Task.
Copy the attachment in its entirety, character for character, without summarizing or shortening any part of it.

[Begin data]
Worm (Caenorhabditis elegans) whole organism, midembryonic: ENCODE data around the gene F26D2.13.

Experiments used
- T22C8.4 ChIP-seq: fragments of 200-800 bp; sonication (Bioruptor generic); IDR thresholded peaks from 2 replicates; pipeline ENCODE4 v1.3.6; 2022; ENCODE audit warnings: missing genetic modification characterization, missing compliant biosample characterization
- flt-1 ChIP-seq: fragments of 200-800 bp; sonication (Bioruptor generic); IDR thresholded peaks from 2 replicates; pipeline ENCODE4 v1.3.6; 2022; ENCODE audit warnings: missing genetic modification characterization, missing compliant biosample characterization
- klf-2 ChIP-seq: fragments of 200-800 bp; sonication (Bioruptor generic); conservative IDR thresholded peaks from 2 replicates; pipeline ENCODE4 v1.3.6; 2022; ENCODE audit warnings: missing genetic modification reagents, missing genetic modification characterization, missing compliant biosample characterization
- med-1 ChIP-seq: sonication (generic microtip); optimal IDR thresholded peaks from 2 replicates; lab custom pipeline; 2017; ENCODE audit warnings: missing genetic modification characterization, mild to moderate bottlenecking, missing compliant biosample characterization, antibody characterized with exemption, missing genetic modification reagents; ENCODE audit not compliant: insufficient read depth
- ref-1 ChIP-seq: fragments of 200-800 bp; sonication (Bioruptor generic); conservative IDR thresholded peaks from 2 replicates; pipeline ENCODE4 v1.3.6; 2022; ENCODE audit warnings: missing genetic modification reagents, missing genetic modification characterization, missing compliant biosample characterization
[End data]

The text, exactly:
Worm (Caenorhabditis elegans) whole organism, midembryonic: ENCODE data around the gene F26D2.13.

Experiments used
- T22C8.4 ChIP-seq: fragments of 200-800 bp; sonication (Bioruptor generic); IDR thresholded peaks from 2 replicates; pipeline ENCODE4 v1.3.6; 2022; ENCODE audit warnings: missing genetic modification characterization, missing compliant biosample characterization
- flt-1 ChIP-seq: fragments of 200-800 bp; sonication (Bioruptor generic); IDR thresholded peaks from 2 replicates; pipeline ENCODE4 v1.3.6; 2022; ENCODE audit warnings: missing genetic modification characterization, missing compliant biosample characterization
- klf-2 ChIP-seq: fragments of 200-800 bp; sonication (Bioruptor generic); conservative IDR thresholded peaks from 2 replicates; pipeline ENCODE4 v1.3.6; 2022; ENCODE audit warnings: missing genetic modification reagents, missing genetic modification characterization, missing compliant biosample characterization
- med-1 ChIP-seq: sonication (generic microtip); optimal IDR thresholded peaks from 2 replicates; lab custom pipeline; 2017; ENCODE audit warnings: missing genetic modification characterization, mild to moderate bottlenecking, missing compliant biosample characterization, antibody characterized with exemption, missing genetic modification reagents; ENCODE audit not compliant: insufficient read depth
- ref-1 ChIP-seq: fragments of 200-800 bp; sonication (Bioruptor generic); conservative IDR thresholded peaks from 2 replicates; pipeline ENCODE4 v1.3.6; 2022; ENCODE audit warnings: missing genetic modification reagents, missing genetic modification characterization, missing compliant biosample characterization